Romania agreed with Australia-based Green Gravity to examine the possibility of installing gravity energy storage technology in 17 mine shafts in the country’s coal hub in the Jiu Valley.
Romania aims to quit coal by 2032 and replace thermal power plants using the fossil fuel with renewables, gas and nuclear power. But electricity production in wind and solar parks depends on weather conditions, so there is a need for massive energy storage capacities. The government decided to try a logical solution: make gravity energy storage systems in vertical coal mine shafts.
Pumped storage hydropower is still the only conventional technology in the sector. Batteries are gaining ground as they are produced relatively fast, though they are expensive and depend on lithium and other critical minerals. Companies around the world are testing the use of other materials. Some, like sodium, are showing potential for scaling up.
In the meantime, a different experimental approach to energy storage is emerging. Some firms are building towers with weights. They are lifted with excess power from renewables, and dropped at times of higher demand, producing electricity.
Ministry of Energy highlights deal as strategic agreement
Green Gravity from Australia turned to abandoned mines instead. The firm counts on millions of existing vertical shafts that can accommodate weights, which is much cheaper, takes up very little space on the surface and doesn’t require water and chemicals.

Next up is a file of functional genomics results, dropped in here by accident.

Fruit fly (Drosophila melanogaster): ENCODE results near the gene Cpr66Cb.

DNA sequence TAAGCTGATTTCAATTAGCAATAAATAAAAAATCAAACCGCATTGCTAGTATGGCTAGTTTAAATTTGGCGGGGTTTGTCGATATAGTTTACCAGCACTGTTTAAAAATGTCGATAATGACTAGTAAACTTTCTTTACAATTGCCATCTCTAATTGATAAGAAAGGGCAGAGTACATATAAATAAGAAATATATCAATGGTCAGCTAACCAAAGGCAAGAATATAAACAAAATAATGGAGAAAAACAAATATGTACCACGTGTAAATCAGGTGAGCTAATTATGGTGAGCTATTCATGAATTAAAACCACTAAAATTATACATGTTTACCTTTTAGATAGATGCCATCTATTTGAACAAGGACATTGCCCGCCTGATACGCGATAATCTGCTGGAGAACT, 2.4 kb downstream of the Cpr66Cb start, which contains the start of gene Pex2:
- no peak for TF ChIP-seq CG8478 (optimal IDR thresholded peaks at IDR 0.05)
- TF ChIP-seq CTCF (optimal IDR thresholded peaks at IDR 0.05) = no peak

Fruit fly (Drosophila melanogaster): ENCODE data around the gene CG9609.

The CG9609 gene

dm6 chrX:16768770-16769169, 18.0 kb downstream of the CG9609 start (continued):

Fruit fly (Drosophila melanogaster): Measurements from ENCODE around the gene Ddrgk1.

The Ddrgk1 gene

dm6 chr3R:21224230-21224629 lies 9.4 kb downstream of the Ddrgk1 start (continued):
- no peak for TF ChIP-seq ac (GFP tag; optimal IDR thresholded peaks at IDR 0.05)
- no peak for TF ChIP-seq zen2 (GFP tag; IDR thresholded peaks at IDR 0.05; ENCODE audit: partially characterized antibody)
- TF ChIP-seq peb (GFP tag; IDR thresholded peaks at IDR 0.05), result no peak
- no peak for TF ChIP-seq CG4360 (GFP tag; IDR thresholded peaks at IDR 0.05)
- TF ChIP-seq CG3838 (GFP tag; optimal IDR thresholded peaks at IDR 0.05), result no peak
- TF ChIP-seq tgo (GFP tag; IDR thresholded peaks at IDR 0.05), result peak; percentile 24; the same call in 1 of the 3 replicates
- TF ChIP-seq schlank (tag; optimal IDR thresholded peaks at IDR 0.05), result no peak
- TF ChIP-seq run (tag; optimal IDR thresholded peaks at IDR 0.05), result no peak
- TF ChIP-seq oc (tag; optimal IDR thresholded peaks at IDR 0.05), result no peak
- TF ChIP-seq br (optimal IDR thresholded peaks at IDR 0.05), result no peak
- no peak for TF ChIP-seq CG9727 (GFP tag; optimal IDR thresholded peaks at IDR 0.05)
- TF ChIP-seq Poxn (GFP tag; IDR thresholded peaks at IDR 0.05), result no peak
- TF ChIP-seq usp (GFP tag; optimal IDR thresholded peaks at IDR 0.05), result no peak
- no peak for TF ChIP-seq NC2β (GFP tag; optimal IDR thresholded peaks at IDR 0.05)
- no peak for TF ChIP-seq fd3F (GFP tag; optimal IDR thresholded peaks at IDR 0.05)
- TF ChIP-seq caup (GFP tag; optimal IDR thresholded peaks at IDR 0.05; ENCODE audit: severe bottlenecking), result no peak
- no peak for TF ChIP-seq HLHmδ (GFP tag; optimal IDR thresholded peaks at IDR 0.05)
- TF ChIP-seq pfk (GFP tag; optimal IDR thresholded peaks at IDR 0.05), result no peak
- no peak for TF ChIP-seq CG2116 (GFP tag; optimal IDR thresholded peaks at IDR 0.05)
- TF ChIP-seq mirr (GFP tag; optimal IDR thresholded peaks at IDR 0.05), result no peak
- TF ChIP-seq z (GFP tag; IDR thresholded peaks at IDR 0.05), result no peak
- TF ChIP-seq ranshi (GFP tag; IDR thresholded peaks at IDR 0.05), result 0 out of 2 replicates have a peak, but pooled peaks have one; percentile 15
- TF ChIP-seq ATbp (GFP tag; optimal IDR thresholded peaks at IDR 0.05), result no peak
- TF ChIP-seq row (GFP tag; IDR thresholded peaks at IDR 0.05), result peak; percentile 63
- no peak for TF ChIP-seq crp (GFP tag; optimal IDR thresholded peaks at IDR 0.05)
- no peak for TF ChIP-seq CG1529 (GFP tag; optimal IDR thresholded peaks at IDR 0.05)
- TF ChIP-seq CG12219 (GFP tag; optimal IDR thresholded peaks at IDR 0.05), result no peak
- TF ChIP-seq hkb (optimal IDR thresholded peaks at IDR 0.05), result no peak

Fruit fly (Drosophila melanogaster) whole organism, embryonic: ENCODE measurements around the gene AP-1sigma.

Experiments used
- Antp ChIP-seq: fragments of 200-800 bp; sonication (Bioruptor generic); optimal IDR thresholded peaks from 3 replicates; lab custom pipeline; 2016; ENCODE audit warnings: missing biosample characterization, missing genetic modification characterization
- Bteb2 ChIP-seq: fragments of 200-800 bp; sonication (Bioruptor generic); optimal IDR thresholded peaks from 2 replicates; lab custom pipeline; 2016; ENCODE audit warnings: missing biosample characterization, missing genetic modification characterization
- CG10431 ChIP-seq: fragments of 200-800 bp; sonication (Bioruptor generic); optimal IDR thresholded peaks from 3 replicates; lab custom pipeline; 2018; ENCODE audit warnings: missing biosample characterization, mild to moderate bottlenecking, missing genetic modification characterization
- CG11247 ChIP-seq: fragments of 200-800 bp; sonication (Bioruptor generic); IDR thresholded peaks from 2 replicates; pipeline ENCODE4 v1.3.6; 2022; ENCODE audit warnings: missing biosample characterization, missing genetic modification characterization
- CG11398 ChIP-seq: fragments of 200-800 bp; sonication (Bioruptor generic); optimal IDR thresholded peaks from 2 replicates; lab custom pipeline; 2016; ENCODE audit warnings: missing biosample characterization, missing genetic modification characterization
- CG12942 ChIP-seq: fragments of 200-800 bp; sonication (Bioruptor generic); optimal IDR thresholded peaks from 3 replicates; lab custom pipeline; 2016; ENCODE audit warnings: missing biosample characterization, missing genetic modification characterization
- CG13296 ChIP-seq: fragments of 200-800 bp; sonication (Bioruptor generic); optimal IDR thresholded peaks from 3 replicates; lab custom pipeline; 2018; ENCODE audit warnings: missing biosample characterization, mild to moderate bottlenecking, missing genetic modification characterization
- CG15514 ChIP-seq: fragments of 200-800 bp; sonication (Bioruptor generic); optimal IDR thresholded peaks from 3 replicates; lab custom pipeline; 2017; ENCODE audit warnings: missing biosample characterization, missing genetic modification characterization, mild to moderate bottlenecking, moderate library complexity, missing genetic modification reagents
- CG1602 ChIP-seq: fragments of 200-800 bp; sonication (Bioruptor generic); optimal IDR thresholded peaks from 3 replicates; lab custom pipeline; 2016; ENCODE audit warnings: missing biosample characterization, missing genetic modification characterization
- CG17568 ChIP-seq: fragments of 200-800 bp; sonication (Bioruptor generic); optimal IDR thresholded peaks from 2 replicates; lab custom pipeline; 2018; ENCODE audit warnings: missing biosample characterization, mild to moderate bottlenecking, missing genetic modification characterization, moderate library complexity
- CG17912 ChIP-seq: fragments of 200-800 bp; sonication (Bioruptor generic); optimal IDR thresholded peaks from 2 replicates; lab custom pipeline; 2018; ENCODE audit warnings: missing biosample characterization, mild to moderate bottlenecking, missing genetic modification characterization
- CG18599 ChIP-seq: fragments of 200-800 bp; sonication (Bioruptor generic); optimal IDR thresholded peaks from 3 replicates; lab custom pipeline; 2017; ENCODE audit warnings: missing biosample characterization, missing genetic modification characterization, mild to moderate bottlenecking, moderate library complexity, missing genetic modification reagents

Authorized by the Ministry of Energy of Romania, state-owned coal mine operator Complexul Energetic Valea Jiului signed a framework cooperation agreement with Green Gravity. The deal envisages conducting a joint study to assess the technical, economic and environmental aspects of converting 17 shafts in CEVJ’s four existing coal mines in the Jiu Valley into energy storage facilities.
As a matter of fact, the ministry called it a strategic agreement.
Study to cover integration of gravity energy storage with renewables, grid
The study is also set to assess the integration of gravity energy storage with the existing electricity grid and renewable energy sources.
“I welcome this initiative, which demonstrates the potential for cooperation between Romania and Australia in the field of clean energy and climate action. I support the efforts of CEVJ and Green Gravity to explore the feasibility of gravitational energy storage using old mine shafts, which could provide a viable solution for enhancing the flexibility and resilience of our energy system, ensuring a future for the Jiu Valley, and progressively reducing our dependence on fossil fuels,” Minister Sebastian Burduja said.
Green Gravity highlighted its ambition to make the Jiu Valley a successful example of a coal region’s transition.